Some fans have been seen wearing protective masks at Premier League fixtures
All elite football in England has been suspended until at least 3 April as a result of the spread of coronavirus.
All Premier League games, EFL fixtures and matches in the FA Women’s Super League and Women’s Championship have been postponed.
The Premier League said action would resume on 4 April “subject to medical advice and conditions at the time”.
The Football Association said England’s games against Italy on 27 March and Denmark four days later are off.
The EFL, which hopes to resume play a day earlier than the Premier League on 3 April, said clubs were also advised to suspend “non-essential activities” such as “player appearances, training ground visits and fan meetings”.
The suspension comes on a day of widespread sporting postponements worldwide.
Uefa has postponed next week’s Champions League and Europa League fixtures.
England’s Test cricket series in Sri Lanka has been cancelled.
Golf’s Players Championship in Florida was called off after one round.
French football’s governing body has suspended its top two leagues.
The remainder of the Scottish football season has been postponed indefinitely.
Formula E is suspended for two months, affecting races in Paris, Seoul and Jakarta.
Late on Thursday it was announced Arsenal manager Mikel Arteta had tested positive for the virus, and early on Friday Chelsea striker Callum Hudson-Odoi revealed he had been affected, while Everton say a first-team player has shown symptoms.
Earlier this week, several clubs – including Arsenal, Chelsea, Leicester City, Bournemouth, Manchester City, Juventus and Real Madrid – revealed they have either all or some of their playing staff in self-isolation.
Premier League chief executive Richard Masters said: “In this unprecedented situation, we are working closely with our clubs, government, the FA and EFL and can reassure everyone the health and welfare of players, staff and supporters are our priority.”
The Premier League said its “aim is to reschedule the displaced fixtures”, while the Football Association said “all parties are committed at this time to trying to complete this season’s domestic fixture programme”.
In total, 10 people have now died in the UK with the virus and there have been 596 confirmed cases across the country.
On Thursday Prime Minister Boris Johnson said suspending major public events such as sporting fixtures was being considered by the government but would be a measure primarily to protect public services, rather than delay the spread.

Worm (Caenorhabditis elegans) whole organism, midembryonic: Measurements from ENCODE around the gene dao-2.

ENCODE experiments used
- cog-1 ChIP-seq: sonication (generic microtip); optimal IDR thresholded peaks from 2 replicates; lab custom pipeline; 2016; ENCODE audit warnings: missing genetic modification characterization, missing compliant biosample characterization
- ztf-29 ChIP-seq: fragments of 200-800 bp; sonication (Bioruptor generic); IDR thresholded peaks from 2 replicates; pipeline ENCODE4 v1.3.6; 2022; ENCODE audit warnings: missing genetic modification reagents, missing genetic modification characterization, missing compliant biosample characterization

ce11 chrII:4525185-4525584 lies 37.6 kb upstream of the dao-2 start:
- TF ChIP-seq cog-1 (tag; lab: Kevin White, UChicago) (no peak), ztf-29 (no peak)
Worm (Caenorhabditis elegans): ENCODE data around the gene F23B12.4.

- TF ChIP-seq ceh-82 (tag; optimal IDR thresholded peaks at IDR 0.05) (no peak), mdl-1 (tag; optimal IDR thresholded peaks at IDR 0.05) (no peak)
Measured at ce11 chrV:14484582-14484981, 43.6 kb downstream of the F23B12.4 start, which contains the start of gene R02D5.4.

The EFL said: “This decision has not been taken lightly, but the EFL must prioritise the health and well-being of players, staff and supporters while also acknowledging the government’s national efforts in tackling this outbreak.”
‘Early April an impossible return’ – analysis
Dan Roan, BBC sports editor
These are deeply turbulent times in English football – and across world sport – which is having to face up to a period of disruption and dislocation unprecedented in peacetime.
Privately, all parties admit that resuming matches in early April – when the initial suspension will be reviewed – will be almost impossible.
But the hope is that next week a decision is taken to postpone Euro 2020 for a year, thereby freeing up space in the calendar to reschedule outstanding matches and complete domestic league seasons across the continent at some stage.
This action goes against the government’s highly controversial advice to continue staging sports events despite mass gatherings being closed or cancelled across the world.
But Department for Culture Media and Sport officials are known to be supportive of the decision football authorities have taken, given the need to protect employees and the mounting cases of players contracting the virus.
The problem is that the outbreak is expected to be at its peak in May and June so if the suspension keeps on being extended, some clubs may start to push for the season to be declared void, a nightmare scenario for clubs like Liverpool and Leeds, who both stand on the brink of long-awaited glory.
But as it stands, there seems to be a determination to complete the season if at all possible.
Simply stopping the season as it stands now seems unlikely given it would run the risk of legal action from clubs relegated or denied promotion.
The EFL is expected to ask the government for financial help for some of the clubs who now face even more financial uncertainty but there is no guarantee this will be possible in these extraordinary times.